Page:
Lister adds that costs savings of up to $11,000 (￡8,835) can be achieved for each part-time telecommuter due to increased productivity and the lower costs of real estate. Days off work are also minimised due to the lack of a daily commute, and perhaps more importantly, companies are better prepared for ‘disaster’ situations similar to the one experienced this year.
Improve employee happiness and retention
Nine in 10 remote workers say that the option to work from home gives them a better work-life balance and 86% agree that flexible working lowers levels of stress. A similar number say that it is more conducive to a healthier lifestyle and many appreciate the ability to spend more time with family.
Your company benefits from a more content, productive workforce and the added prestige of being open to flexible practices. Three quarters of employees say that just a simple remote working option would make them less likely to up and leave for another company. Having a remote work initiative in place also lowers employee turnover by 25%.
Expand your talent pool
If you have partnered with an agency for marketing, you will be aware that you are tapping into a network of freelancers and contractors with specialist skills, many of whom will be located in regions around the world, to buttress campaigns. A virtual workforce will allow you to broaden your horizons when you next need to source talent for new job roles.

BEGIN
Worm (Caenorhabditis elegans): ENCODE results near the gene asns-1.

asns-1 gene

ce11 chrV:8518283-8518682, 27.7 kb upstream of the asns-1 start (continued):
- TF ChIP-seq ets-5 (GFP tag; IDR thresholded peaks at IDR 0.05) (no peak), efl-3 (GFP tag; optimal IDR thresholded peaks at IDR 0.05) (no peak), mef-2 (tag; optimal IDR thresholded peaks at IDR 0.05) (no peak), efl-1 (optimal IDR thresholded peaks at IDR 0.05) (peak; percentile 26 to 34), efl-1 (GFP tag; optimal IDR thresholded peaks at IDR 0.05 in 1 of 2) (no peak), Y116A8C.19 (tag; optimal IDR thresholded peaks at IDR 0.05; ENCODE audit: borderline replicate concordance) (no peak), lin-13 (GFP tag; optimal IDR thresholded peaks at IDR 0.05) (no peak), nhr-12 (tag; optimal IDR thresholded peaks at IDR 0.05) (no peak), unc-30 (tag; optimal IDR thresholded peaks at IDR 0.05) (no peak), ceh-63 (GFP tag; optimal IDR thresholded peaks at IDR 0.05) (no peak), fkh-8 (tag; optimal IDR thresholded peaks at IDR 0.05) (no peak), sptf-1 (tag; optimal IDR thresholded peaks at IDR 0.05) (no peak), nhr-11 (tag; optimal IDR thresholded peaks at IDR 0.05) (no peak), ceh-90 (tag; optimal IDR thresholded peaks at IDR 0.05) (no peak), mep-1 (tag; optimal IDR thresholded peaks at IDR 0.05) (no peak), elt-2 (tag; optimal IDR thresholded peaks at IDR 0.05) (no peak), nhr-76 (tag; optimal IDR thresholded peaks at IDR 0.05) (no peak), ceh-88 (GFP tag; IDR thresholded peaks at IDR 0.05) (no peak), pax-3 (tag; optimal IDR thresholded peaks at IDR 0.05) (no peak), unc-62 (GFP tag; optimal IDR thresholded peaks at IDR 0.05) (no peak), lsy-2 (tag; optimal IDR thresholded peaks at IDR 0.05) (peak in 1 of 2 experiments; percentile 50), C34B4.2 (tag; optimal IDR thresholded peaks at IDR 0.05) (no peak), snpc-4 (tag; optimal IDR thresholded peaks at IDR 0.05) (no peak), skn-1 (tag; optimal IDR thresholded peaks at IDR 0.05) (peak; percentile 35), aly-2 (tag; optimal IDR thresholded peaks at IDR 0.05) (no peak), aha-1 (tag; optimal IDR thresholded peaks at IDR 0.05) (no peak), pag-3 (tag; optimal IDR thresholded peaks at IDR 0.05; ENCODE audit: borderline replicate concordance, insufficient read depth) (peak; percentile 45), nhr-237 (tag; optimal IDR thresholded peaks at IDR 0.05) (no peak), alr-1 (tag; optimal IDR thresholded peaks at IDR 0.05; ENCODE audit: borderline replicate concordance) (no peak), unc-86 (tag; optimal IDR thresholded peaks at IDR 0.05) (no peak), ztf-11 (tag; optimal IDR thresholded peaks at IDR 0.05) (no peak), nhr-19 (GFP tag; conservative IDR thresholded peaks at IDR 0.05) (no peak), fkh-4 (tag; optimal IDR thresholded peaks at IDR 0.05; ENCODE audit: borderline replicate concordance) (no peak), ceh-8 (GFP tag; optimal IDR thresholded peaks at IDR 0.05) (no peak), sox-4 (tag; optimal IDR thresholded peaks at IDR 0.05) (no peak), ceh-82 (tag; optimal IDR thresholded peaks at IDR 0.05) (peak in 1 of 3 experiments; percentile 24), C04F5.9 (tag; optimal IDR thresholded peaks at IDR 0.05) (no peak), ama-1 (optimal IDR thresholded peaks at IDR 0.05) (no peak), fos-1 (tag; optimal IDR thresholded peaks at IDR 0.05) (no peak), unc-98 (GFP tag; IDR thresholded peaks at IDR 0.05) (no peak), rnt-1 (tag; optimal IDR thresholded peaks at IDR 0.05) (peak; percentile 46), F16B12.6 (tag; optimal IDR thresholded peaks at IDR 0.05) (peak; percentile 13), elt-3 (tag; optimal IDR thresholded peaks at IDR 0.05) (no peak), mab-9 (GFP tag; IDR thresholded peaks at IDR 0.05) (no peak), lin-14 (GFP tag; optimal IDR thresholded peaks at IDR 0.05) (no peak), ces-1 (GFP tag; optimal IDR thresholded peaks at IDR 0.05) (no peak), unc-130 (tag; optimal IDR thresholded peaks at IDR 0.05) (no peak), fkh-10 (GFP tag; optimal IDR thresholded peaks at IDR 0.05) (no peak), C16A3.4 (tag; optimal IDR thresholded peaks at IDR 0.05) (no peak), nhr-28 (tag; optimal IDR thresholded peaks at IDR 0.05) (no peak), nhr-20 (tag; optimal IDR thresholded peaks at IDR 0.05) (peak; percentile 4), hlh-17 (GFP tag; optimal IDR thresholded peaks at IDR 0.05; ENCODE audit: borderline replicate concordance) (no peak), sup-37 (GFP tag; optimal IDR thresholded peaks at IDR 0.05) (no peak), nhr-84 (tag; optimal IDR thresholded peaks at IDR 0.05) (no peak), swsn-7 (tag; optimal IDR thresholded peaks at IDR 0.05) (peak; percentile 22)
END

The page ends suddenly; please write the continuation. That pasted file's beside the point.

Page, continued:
Make the move gradually
The pandemic has pushed remote working into the spotlight, but this does not mean that you have to make the switch wholesale. A gradual move for certain roles may be best as you will be able to test the waters and see whether it will be beneficial for your company.
After the current crisis, you could give employees the opportunity to work from home once or twice a week. Depending on the role, you could also implement one or two mandatory office days for face-to-face meetings. You should have a good idea about who has been productive during the current lockdown period, so use that knowledge as a starting point.
Managing a virtual workforce is not easy. Around 54% of human resources leaders say that lacklustre tech or infrastructure is holding them back from deploying effective remote working. Managers also have concerns about security, accountability and visibility and the impact on company culture. These are things that can be addressed through the use of new tech, software and tools and greater collaboration and cooperation.
The good news is that employees can be trusted to work to the best of their abilities. McEwan notes: “When the dust settles, we’ll likely see that our remotely working employees were just as productive during this crisis – if not more so.”
The pandemic has been incredibly disruptive for business, but you can use this difficult period as a springboard for change. Being able to manage a large-scale, virtual workforce can increase the productivity of your employees and the wider organisation and prepare you for a future where work-from-home schemes are commonplace.